Did the CIA authorize a Special Forces murder?

In one of the darkest scandals in Special Forces history, the Green Beret Affair of 1969 lives in infamy in U.S. Army history. The affair centered around the murder of an alleged spy, Thai Mac Chuyen, who had supposedly infiltrated the South Vietnamese Special Forces for the Viet Cong. In an interview with the New York Times in 1971, ex-Green Beret Robert F. Marasco detailed the grisly affair. 

Marasco stated that Chuyen had been discovered as a secret double agent when "a raid on a Vietcong camp turned up a photograph of him with a high‐ranking North Vietnamese official." A group of Berets forced Chuyen to out himself through the use of a truth serum. After his confession, in late June 1969, they drugged him with morphine and loaded him onto a motorboat, where they shot him in the head and dumped his weighted-down body in the South China Sea near Nha Trang. Marasco said the CIA had given him a verbal order to murder Chuyen and claimed that even by a conservative estimate there had been hundreds more similar executions.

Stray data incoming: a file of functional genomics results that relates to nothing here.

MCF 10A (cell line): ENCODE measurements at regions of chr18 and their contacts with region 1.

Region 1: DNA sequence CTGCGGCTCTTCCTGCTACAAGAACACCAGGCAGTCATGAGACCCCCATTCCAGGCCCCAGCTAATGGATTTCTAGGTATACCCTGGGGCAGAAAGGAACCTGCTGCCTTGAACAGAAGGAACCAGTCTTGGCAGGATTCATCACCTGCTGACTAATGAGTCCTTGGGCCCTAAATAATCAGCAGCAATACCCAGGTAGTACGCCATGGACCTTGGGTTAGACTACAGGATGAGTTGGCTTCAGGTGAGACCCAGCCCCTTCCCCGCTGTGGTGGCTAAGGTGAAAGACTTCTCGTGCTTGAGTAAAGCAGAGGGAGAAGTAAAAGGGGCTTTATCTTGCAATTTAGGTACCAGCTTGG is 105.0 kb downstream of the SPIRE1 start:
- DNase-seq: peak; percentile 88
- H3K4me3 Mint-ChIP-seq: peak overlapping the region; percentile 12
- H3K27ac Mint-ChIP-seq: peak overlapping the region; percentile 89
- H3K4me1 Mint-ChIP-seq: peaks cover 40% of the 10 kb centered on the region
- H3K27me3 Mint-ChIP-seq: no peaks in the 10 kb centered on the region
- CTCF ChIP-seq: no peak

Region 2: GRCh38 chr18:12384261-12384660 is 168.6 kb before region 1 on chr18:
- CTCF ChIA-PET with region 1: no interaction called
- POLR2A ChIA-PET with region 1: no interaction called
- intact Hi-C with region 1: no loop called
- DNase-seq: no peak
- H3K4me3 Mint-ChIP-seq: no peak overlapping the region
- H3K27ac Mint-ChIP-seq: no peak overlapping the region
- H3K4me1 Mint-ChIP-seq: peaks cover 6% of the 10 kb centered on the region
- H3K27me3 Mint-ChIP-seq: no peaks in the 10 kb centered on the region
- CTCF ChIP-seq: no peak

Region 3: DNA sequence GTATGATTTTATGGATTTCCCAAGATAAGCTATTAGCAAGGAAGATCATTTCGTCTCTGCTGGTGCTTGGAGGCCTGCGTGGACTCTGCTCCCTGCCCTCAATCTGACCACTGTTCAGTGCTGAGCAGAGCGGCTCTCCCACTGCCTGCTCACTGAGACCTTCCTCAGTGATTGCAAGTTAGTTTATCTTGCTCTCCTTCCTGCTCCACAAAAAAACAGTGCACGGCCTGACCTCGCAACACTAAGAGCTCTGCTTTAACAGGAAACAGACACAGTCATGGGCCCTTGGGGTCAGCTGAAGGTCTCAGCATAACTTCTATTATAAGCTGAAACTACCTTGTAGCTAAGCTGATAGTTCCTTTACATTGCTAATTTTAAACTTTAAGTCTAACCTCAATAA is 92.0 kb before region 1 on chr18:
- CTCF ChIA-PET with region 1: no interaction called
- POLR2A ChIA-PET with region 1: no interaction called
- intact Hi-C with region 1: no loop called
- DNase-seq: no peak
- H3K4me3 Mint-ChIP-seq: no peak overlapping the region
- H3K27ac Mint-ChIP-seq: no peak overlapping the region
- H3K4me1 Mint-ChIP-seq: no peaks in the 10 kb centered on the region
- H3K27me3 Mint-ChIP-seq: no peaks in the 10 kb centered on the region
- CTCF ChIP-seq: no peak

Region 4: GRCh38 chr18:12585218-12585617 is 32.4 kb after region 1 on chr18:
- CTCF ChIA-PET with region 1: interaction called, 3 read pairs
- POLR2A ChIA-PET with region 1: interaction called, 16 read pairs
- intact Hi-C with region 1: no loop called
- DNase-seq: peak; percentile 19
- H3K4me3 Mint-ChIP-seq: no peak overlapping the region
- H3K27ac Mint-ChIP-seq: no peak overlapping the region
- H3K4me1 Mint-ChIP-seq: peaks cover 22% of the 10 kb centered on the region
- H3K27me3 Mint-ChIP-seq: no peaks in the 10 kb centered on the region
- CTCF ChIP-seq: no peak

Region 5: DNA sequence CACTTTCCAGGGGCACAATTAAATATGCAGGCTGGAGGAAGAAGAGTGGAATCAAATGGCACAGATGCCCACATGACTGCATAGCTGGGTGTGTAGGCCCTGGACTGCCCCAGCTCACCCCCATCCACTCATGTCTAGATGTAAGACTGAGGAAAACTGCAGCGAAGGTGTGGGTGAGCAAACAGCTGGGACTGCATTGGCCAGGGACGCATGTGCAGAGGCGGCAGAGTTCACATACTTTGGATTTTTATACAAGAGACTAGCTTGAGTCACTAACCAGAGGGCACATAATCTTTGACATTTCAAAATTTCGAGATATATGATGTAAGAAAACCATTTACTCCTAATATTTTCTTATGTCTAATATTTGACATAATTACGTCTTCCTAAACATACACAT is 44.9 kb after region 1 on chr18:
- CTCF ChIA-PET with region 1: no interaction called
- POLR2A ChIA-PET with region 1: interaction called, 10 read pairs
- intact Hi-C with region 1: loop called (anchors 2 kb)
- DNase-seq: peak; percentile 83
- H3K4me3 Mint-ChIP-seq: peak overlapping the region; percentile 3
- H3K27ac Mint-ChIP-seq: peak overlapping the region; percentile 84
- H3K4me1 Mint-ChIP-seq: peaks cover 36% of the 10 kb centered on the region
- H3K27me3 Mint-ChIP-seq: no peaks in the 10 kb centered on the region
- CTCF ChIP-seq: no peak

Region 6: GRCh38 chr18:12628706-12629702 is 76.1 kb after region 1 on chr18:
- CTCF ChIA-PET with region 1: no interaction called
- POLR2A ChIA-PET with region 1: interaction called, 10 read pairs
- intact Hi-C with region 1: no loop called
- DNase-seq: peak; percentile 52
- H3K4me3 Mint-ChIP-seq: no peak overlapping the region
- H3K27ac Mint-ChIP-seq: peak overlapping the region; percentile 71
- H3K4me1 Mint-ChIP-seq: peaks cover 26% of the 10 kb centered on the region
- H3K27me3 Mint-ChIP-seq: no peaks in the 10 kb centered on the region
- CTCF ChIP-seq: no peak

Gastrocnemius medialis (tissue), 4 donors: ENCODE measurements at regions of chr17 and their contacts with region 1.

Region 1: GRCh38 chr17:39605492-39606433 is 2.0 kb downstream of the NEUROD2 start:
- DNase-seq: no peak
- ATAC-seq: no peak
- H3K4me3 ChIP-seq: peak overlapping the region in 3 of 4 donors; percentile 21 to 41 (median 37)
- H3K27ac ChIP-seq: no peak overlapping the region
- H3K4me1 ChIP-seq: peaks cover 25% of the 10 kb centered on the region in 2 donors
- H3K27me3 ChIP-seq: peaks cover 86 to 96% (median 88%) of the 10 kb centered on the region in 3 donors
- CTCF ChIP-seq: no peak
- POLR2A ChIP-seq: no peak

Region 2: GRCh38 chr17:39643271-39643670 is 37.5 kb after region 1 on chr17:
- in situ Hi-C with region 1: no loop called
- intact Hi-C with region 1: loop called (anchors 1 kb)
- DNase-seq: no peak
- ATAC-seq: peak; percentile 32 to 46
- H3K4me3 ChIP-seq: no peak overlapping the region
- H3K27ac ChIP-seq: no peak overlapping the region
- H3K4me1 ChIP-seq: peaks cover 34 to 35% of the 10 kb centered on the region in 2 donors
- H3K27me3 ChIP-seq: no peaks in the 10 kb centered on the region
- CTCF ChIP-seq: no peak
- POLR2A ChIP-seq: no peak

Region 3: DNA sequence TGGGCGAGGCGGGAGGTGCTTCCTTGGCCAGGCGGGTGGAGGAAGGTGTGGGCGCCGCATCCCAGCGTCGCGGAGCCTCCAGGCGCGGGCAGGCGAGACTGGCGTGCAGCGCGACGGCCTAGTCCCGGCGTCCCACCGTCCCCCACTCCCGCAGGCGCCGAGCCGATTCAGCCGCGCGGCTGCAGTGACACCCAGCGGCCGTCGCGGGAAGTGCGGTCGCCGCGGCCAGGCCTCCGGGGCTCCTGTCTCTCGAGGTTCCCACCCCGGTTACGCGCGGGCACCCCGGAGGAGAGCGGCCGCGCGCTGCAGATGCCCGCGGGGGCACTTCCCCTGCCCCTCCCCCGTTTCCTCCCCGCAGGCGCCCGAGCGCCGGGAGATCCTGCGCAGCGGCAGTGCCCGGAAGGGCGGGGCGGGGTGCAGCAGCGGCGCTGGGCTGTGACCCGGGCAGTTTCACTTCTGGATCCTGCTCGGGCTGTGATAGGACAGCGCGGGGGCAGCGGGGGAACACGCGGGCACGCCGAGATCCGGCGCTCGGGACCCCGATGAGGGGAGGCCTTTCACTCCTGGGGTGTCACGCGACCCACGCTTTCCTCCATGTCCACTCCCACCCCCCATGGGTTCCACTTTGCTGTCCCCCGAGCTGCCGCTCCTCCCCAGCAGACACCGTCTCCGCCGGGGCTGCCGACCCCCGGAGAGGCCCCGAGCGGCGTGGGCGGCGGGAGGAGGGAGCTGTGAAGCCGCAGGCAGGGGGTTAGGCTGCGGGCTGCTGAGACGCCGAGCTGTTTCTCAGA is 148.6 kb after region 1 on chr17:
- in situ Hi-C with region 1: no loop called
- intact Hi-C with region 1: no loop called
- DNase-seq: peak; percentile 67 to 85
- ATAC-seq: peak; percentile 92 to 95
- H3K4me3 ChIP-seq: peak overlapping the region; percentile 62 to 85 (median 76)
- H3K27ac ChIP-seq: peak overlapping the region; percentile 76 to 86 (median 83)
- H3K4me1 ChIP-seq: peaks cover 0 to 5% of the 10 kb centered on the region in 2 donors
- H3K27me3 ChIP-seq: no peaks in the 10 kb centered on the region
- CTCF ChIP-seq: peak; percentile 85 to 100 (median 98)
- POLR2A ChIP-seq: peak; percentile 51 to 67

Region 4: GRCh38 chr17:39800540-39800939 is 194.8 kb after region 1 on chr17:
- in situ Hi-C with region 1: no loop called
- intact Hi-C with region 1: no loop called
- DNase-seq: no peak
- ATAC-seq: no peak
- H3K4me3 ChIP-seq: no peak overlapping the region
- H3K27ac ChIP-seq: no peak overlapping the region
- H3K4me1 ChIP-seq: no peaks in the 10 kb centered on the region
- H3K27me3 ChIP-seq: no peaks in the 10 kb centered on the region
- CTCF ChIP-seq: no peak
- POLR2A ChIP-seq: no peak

On August 6, 1969, a Special Forces colonel and seven other Green Berets were charged with premeditated murder as well as conspiracy to commit murder (per History). However, in late September, the New York Times reported the Army dropped all charges against all of the Green Berets after the CIA refused to cooperate with their investigation.

Green Berets rescued POWs behind enemy lines

In one of their most successful missions in Vietnam, Special Forces were principally involved in Operation Bright Light, secret missions behind North Vietnamese lines to rescue American POWs. In his book, "SOG: The Secret Wars of America's Commandos in Vietnam," John Plaster argues the Bright Light missions were particularly dangerous for Special Forces. North Vietnamese (NVA) soldiers would wear clothing from captured American pilots and shoot flares into the air to trick Americans into attempting a rescue mission. Once the helicopter got close, NVA units could effectively fire rockets from short range. Operation Bright Light took place not just in Northern Vietnam but also in Laos and Cambodia, too.